Effective Security for a Remote Workforce
Remote work has been commonplace in the global business environment for years now, and its prevalence only continues to rise. A study by serviced office provider IWG indicates that as many as 70 percent of global employees work remotely at least once per week, and freelance services coordinator Upwork reports that 53 percent of companies are utilizing flexible labor—including geographically distributed teams—on a regular basis.1 In this climate, where remote labor is not only acknowledged but expected as necessary for assembling a talented team, all companies must pay close attention to data security for workers outside of their own office location.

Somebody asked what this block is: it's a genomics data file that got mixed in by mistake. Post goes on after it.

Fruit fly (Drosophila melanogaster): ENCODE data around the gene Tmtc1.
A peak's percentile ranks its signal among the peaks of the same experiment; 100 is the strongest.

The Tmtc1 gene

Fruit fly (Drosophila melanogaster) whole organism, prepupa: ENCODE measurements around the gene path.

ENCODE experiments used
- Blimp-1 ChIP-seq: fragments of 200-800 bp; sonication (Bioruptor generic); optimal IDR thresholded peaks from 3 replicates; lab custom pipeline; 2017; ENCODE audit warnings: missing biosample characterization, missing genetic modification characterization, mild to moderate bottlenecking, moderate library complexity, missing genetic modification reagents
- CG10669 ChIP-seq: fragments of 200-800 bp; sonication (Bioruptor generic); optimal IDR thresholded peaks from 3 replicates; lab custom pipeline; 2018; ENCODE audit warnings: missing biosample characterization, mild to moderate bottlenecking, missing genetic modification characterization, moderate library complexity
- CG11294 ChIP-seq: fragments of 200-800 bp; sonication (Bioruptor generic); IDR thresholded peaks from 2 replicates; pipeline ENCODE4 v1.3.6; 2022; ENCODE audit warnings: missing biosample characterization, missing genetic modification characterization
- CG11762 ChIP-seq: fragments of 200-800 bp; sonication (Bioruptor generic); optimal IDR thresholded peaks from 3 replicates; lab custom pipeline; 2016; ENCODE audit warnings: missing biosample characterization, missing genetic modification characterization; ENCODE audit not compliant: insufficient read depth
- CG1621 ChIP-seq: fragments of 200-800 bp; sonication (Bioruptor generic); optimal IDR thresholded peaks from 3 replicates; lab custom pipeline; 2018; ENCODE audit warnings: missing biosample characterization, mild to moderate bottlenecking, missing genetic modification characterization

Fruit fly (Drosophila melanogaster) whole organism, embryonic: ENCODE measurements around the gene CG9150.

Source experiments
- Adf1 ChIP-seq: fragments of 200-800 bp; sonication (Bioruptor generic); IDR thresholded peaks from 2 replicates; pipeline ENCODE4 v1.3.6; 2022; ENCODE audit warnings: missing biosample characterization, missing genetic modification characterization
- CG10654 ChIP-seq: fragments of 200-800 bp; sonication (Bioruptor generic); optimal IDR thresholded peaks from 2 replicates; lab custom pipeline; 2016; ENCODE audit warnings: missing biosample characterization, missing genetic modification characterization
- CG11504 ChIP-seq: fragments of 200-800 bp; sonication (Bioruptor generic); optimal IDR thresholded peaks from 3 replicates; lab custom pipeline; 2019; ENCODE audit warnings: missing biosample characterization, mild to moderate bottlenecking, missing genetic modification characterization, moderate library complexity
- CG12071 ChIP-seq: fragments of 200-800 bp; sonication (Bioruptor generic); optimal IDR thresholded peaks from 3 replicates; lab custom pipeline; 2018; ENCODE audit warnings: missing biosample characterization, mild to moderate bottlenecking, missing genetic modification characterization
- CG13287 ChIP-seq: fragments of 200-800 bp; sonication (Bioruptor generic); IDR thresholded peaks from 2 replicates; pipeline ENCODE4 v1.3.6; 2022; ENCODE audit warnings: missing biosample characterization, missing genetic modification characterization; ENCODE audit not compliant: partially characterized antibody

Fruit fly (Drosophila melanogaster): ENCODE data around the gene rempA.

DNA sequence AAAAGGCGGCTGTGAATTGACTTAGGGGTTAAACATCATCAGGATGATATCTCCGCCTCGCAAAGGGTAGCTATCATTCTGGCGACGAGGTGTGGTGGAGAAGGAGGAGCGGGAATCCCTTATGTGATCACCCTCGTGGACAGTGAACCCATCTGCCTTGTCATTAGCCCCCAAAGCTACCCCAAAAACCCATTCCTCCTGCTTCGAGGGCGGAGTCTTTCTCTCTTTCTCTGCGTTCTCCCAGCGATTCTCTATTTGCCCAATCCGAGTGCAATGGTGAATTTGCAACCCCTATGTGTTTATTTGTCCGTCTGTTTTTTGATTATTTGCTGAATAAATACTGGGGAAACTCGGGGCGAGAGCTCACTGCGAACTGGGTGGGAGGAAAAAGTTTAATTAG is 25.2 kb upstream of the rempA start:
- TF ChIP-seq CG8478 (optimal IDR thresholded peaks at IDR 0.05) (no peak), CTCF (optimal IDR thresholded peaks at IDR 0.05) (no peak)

Remote worker security best practices can take a number of forms, from strategic decisions regarding what software the organization uses to employee education and careful management of digital permissions. Below, read about some key ways in which your company can be sure to protect its digital assets while accommodating the needs of a 21st century workforce.
Teach Best Practices for Wi-Fi Use
Working with distributed teams does not just mean that you are in for minimal face-to-face interaction with workers outside of your central office location. It means that you have little control over where they are actually physically located when completing their work. If you are not careful, this could lead to a situation in which your organization’s sensitive data is exposed to unwanted access via an unsecured wi-fi network in a coffee shop, library, or other public space.